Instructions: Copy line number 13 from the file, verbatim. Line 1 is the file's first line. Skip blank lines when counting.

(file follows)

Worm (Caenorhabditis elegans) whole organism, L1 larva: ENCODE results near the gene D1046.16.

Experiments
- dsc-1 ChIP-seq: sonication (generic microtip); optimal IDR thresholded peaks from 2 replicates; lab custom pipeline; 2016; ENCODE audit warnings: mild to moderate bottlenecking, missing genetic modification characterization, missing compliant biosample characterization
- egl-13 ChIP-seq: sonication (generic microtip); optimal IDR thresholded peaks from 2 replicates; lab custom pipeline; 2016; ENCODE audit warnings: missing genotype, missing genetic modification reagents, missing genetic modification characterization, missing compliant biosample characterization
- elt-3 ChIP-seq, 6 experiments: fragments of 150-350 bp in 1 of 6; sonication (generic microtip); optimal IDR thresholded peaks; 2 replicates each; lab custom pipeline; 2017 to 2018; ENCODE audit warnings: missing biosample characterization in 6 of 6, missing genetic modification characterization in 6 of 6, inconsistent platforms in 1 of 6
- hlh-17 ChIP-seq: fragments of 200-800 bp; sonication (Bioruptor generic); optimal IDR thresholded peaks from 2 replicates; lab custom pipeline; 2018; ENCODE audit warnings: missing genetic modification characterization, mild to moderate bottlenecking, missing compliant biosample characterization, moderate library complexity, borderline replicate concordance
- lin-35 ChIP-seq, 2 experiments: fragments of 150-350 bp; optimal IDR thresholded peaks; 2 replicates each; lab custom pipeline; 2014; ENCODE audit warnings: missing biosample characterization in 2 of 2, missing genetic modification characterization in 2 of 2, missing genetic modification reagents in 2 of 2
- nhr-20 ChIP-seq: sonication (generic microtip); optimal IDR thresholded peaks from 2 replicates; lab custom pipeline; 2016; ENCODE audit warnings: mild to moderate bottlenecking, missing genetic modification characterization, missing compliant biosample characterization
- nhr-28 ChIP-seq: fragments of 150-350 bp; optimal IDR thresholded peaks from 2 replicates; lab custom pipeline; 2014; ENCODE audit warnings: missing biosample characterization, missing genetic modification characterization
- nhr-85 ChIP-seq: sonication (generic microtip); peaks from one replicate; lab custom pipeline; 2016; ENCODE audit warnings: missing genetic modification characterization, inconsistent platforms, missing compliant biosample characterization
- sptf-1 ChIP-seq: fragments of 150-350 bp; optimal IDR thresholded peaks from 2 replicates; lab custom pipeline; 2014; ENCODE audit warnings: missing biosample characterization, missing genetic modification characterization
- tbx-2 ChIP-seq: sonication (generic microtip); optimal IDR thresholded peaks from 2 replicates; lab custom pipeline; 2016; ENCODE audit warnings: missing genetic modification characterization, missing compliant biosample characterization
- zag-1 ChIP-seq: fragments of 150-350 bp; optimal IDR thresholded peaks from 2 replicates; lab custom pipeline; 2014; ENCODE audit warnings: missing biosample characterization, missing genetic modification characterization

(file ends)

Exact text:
- zag-1 ChIP-seq: fragments of 150-350 bp; optimal IDR thresholded peaks from 2 replicates; lab custom pipeline; 2014; ENCODE audit warnings: missing biosample characterization, missing genetic modification characterization